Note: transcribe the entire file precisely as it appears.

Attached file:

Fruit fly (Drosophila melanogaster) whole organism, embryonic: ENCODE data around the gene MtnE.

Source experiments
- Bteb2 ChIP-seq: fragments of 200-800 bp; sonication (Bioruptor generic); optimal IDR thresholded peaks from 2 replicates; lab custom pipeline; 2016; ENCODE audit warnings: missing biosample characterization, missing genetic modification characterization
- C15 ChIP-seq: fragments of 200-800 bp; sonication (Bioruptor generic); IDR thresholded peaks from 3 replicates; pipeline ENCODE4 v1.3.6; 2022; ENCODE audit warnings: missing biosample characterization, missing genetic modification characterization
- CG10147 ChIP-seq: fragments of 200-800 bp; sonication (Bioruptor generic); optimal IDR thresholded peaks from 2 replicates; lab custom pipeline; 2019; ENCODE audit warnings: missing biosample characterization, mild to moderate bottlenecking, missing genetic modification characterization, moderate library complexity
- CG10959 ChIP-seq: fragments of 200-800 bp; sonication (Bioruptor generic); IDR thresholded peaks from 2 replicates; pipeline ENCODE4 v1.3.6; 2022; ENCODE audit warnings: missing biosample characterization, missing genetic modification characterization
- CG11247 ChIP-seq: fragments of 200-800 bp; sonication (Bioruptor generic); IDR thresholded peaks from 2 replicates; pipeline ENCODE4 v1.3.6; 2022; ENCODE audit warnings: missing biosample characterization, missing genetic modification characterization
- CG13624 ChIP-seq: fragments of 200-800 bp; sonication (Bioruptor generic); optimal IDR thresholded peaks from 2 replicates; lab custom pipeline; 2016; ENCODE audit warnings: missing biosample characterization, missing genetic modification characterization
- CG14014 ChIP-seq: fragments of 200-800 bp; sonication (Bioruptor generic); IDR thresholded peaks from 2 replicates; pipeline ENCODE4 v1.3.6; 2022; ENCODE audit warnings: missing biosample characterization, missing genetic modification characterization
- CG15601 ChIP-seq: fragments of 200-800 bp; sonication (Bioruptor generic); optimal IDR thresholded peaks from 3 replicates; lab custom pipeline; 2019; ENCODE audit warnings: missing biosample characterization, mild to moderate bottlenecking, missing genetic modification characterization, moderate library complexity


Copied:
Fruit fly (Drosophila melanogaster) whole organism, embryonic: ENCODE data around the gene MtnE.

Source experiments
- Bteb2 ChIP-seq: fragments of 200-800 bp; sonication (Bioruptor generic); optimal IDR thresholded peaks from 2 replicates; lab custom pipeline; 2016; ENCODE audit warnings: missing biosample characterization, missing genetic modification characterization
- C15 ChIP-seq: fragments of 200-800 bp; sonication (Bioruptor generic); IDR thresholded peaks from 3 replicates; pipeline ENCODE4 v1.3.6; 2022; ENCODE audit warnings: missing biosample characterization, missing genetic modification characterization
- CG10147 ChIP-seq: fragments of 200-800 bp; sonication (Bioruptor generic); optimal IDR thresholded peaks from 2 replicates; lab custom pipeline; 2019; ENCODE audit warnings: missing biosample characterization, mild to moderate bottlenecking, missing genetic modification characterization, moderate library complexity
- CG10959 ChIP-seq: fragments of 200-800 bp; sonication (Bioruptor generic); IDR thresholded peaks from 2 replicates; pipeline ENCODE4 v1.3.6; 2022; ENCODE audit warnings: missing biosample characterization, missing genetic modification characterization
- CG11247 ChIP-seq: fragments of 200-800 bp; sonication (Bioruptor generic); IDR thresholded peaks from 2 replicates; pipeline ENCODE4 v1.3.6; 2022; ENCODE audit warnings: missing biosample characterization, missing genetic modification characterization
- CG13624 ChIP-seq: fragments of 200-800 bp; sonication (Bioruptor generic); optimal IDR thresholded peaks from 2 replicates; lab custom pipeline; 2016; ENCODE audit warnings: missing biosample characterization, missing genetic modification characterization
- CG14014 ChIP-seq: fragments of 200-800 bp; sonication (Bioruptor generic); IDR thresholded peaks from 2 replicates; pipeline ENCODE4 v1.3.6; 2022; ENCODE audit warnings: missing biosample characterization, missing genetic modification characterization
- CG15601 ChIP-seq: fragments of 200-800 bp; sonication (Bioruptor generic); optimal IDR thresholded peaks from 3 replicates; lab custom pipeline; 2019; ENCODE audit warnings: missing biosample characterization, mild to moderate bottlenecking, missing genetic modification characterization, moderate library complexity